See alsoEdit

NotesEdit

  1. ^ a b Repeat head of state and vice heads of state are numbered only once; subsequent terms are marked with their original number italicised. Acting heads of state are not numbered. These numbers are not official.
  2. ^ a b A convocation in the Soviet sense of the word were elected members of Parliament in between elections.
  3. ^ On 15 March 1990 most constitutional powers were transferred to the newly created office of President of the Soviet Union. Anatoly Lukyanov was elected Chairman of the Supreme Soviet to replace Mikhail Gorbachev. Although the Chairman's office retained its name, it was now that of a parliamentary speaker, not a head of state. Real executive powers were retained by Gorbachev.[16]
  4. ^ Yanayev was Acting President of the Soviet Union during the August Coup of 1991, but was jailed following the coup's collapse and Gorbachev returned to his post as President.[20]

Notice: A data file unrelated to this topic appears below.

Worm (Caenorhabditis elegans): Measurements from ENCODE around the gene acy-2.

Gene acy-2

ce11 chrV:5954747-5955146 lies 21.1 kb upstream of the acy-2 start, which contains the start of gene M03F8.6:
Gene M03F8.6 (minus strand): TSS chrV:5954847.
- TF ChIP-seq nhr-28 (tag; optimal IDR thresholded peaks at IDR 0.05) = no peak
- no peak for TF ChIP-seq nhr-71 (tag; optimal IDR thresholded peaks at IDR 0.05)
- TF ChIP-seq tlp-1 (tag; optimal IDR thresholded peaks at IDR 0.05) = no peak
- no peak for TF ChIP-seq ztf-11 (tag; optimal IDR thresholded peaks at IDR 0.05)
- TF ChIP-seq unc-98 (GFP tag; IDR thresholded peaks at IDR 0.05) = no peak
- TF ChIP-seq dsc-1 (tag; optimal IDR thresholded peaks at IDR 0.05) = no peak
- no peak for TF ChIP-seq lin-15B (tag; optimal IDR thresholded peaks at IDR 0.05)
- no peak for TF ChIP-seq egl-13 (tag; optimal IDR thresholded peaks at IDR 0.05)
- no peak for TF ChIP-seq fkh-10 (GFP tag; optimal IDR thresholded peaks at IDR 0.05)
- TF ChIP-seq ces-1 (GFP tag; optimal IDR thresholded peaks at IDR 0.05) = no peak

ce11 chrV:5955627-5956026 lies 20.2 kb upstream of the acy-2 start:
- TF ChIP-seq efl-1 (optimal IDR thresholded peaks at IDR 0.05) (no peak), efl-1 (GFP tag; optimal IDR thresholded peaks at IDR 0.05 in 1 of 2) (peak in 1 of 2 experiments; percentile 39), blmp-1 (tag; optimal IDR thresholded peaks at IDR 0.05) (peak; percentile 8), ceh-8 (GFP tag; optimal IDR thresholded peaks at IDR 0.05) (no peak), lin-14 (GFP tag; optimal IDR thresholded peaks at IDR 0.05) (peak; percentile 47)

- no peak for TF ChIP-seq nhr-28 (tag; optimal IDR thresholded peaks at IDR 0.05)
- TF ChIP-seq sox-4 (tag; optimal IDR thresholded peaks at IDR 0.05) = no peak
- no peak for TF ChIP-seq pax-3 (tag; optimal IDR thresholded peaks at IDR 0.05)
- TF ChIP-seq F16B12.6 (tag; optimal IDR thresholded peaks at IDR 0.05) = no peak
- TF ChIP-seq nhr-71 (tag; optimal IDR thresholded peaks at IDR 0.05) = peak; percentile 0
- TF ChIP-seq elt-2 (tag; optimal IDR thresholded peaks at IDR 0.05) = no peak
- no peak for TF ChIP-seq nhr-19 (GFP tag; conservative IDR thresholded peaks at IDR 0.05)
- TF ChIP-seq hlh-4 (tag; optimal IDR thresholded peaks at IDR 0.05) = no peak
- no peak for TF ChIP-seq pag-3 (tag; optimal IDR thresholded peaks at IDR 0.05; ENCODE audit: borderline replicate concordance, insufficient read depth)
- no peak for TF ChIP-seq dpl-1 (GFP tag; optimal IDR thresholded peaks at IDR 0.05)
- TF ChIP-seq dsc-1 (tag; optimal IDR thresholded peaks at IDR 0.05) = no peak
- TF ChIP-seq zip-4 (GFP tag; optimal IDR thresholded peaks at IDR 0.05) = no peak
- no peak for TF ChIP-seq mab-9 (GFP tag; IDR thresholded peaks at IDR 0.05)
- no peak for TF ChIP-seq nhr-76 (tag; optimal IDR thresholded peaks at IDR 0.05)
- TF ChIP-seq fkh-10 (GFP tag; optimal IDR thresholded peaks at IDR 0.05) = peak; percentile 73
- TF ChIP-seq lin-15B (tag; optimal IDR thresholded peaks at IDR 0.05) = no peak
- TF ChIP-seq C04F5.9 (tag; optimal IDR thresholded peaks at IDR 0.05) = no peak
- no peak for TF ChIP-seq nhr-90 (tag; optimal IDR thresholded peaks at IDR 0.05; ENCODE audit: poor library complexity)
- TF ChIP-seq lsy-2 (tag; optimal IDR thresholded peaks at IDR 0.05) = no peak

5. ^ Following the failed August Coup of 1991 the State Council was given the power to elect a Vice President in the temporary absence of the President.[21]

ReferencesEdit

  1. ^ a b The Presidium of the Supreme Council of the USSR (ПРЕЗИДИУМ ВЕРХОВНОГО СОВЕТА СССР). Great Soviet Encyclopedia. (in Russian)
  2. ^ Ideology, Politics, and Government in the Soviet Union: An Introduction– Google Knihy. January 1, 1978. Retrieved 2016-11-26.
  3. ^ Where nation-states come from: institutional change in the age of nationalism by Philip G. Roeder, p. 70
  4. ^ The history of one Constitution: why comrade Stalin declined the post of president (История одной Конституции: почему товарищ Сталин отказался от поста президента). MKRU (Moskovskiy Komsomolets). 22 March 2020
  5. ^ John Alexander Armstrong (1986). Ideology, Politics, and Government in the Soviet Union: An Introduction. University Press of America. ISBN 0819154059.
  6. ^ Shepilov, Dmitri; Austin, Anthony; Bittner, Stephen (2007). The Kremlin's Scholar: A Memoir of Soviet Politics under Stalin and Khrushchev. Yale University Press. p. 413. ISBN 978-0-300-09206-6.
  7. ^ Shepilov, Dmitri; Austin, Anthony; Bittner, Stephen (2007). The Kremlin's Scholar: A Memoir of Soviet Politics under Stalin and Khrushchev. Yale University Press. p. 441. ISBN 978-0-300-09206-6.